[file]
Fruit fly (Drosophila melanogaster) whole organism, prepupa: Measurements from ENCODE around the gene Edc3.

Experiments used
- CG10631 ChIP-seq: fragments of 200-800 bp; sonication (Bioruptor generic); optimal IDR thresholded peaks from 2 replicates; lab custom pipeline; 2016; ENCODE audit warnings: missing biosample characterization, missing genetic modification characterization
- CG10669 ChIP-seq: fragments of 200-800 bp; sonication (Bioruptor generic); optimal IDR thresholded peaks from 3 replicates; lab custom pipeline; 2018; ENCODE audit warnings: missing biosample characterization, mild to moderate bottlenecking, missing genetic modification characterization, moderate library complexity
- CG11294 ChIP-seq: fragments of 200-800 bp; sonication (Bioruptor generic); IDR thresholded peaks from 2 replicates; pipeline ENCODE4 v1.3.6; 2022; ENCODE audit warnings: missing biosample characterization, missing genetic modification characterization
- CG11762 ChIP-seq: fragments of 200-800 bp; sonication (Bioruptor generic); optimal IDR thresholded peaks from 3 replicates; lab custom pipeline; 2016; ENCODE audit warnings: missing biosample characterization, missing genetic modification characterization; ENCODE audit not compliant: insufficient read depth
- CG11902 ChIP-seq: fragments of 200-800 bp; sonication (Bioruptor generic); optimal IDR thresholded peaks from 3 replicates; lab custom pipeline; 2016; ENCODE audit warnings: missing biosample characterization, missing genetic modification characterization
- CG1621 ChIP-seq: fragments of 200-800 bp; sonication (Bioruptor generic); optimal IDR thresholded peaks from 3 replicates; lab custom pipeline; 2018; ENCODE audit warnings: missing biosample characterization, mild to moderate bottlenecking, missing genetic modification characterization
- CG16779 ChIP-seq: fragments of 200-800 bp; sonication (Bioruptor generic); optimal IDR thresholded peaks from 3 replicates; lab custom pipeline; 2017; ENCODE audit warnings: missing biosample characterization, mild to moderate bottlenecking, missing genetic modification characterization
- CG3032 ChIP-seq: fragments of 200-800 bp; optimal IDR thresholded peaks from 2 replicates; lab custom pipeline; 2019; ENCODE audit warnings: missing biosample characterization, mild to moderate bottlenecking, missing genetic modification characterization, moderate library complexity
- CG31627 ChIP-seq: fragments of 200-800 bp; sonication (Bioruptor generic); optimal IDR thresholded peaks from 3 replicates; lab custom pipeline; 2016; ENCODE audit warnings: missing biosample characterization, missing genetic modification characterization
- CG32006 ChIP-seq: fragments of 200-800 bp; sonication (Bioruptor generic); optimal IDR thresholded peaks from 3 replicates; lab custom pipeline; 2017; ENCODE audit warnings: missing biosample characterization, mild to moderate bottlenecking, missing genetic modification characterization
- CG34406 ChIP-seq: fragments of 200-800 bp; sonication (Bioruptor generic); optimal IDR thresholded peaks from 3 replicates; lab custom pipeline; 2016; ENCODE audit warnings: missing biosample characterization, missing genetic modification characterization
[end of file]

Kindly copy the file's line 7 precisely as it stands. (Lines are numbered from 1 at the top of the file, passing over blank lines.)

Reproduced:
- CG11902 ChIP-seq: fragments of 200-800 bp; sonication (Bioruptor generic); optimal IDR thresholded peaks from 3 replicates; lab custom pipeline; 2016; ENCODE audit warnings: missing biosample characterization, missing genetic modification characterization